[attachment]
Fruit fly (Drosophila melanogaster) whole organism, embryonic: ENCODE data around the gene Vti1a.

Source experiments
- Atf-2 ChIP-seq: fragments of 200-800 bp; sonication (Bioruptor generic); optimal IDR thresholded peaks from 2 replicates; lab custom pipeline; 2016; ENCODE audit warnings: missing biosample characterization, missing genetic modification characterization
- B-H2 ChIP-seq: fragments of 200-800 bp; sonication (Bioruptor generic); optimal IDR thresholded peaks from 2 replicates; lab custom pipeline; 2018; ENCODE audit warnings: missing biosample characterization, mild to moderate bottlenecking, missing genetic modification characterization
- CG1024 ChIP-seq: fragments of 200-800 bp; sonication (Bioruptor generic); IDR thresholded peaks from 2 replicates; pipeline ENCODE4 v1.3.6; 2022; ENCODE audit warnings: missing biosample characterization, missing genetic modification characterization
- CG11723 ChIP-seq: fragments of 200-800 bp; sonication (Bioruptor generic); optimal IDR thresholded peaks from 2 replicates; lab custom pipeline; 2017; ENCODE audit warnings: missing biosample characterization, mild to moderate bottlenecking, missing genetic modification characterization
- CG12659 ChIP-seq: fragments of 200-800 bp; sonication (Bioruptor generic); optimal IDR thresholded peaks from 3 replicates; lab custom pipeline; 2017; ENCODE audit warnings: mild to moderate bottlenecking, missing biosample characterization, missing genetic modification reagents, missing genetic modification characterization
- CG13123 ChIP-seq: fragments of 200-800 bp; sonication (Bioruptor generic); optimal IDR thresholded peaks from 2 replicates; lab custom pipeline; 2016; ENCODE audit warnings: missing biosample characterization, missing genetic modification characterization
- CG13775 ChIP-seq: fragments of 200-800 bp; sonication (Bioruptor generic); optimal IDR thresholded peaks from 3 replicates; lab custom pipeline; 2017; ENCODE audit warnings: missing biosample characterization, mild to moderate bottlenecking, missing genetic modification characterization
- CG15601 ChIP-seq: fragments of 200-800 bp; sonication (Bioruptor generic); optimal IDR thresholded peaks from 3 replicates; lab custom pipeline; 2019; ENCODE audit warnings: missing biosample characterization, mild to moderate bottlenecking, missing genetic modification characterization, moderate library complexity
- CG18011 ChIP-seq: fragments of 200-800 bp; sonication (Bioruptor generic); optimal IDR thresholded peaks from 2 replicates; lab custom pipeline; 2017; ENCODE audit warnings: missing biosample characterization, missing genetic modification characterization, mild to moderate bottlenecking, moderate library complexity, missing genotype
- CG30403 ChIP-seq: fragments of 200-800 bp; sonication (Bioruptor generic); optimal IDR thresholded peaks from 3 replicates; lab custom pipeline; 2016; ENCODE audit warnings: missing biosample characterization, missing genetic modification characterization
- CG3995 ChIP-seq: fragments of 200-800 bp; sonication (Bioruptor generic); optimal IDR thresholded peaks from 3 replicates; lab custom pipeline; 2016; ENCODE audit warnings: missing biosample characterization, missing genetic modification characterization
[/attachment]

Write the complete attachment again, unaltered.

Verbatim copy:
Fruit fly (Drosophila melanogaster) whole organism, embryonic: ENCODE data around the gene Vti1a.

Source experiments
- Atf-2 ChIP-seq: fragments of 200-800 bp; sonication (Bioruptor generic); optimal IDR thresholded peaks from 2 replicates; lab custom pipeline; 2016; ENCODE audit warnings: missing biosample characterization, missing genetic modification characterization
- B-H2 ChIP-seq: fragments of 200-800 bp; sonication (Bioruptor generic); optimal IDR thresholded peaks from 2 replicates; lab custom pipeline; 2018; ENCODE audit warnings: missing biosample characterization, mild to moderate bottlenecking, missing genetic modification characterization
- CG1024 ChIP-seq: fragments of 200-800 bp; sonication (Bioruptor generic); IDR thresholded peaks from 2 replicates; pipeline ENCODE4 v1.3.6; 2022; ENCODE audit warnings: missing biosample characterization, missing genetic modification characterization
- CG11723 ChIP-seq: fragments of 200-800 bp; sonication (Bioruptor generic); optimal IDR thresholded peaks from 2 replicates; lab custom pipeline; 2017; ENCODE audit warnings: missing biosample characterization, mild to moderate bottlenecking, missing genetic modification characterization
- CG12659 ChIP-seq: fragments of 200-800 bp; sonication (Bioruptor generic); optimal IDR thresholded peaks from 3 replicates; lab custom pipeline; 2017; ENCODE audit warnings: mild to moderate bottlenecking, missing biosample characterization, missing genetic modification reagents, missing genetic modification characterization
- CG13123 ChIP-seq: fragments of 200-800 bp; sonication (Bioruptor generic); optimal IDR thresholded peaks from 2 replicates; lab custom pipeline; 2016; ENCODE audit warnings: missing biosample characterization, missing genetic modification characterization
- CG13775 ChIP-seq: fragments of 200-800 bp; sonication (Bioruptor generic); optimal IDR thresholded peaks from 3 replicates; lab custom pipeline; 2017; ENCODE audit warnings: missing biosample characterization, mild to moderate bottlenecking, missing genetic modification characterization
- CG15601 ChIP-seq: fragments of 200-800 bp; sonication (Bioruptor generic); optimal IDR thresholded peaks from 3 replicates; lab custom pipeline; 2019; ENCODE audit warnings: missing biosample characterization, mild to moderate bottlenecking, missing genetic modification characterization, moderate library complexity
- CG18011 ChIP-seq: fragments of 200-800 bp; sonication (Bioruptor generic); optimal IDR thresholded peaks from 2 replicates; lab custom pipeline; 2017; ENCODE audit warnings: missing biosample characterization, missing genetic modification characterization, mild to moderate bottlenecking, moderate library complexity, missing genotype
- CG30403 ChIP-seq: fragments of 200-800 bp; sonication (Bioruptor generic); optimal IDR thresholded peaks from 3 replicates; lab custom pipeline; 2016; ENCODE audit warnings: missing biosample characterization, missing genetic modification characterization
- CG3995 ChIP-seq: fragments of 200-800 bp; sonication (Bioruptor generic); optimal IDR thresholded peaks from 3 replicates; lab custom pipeline; 2016; ENCODE audit warnings: missing biosample characterization, missing genetic modification characterization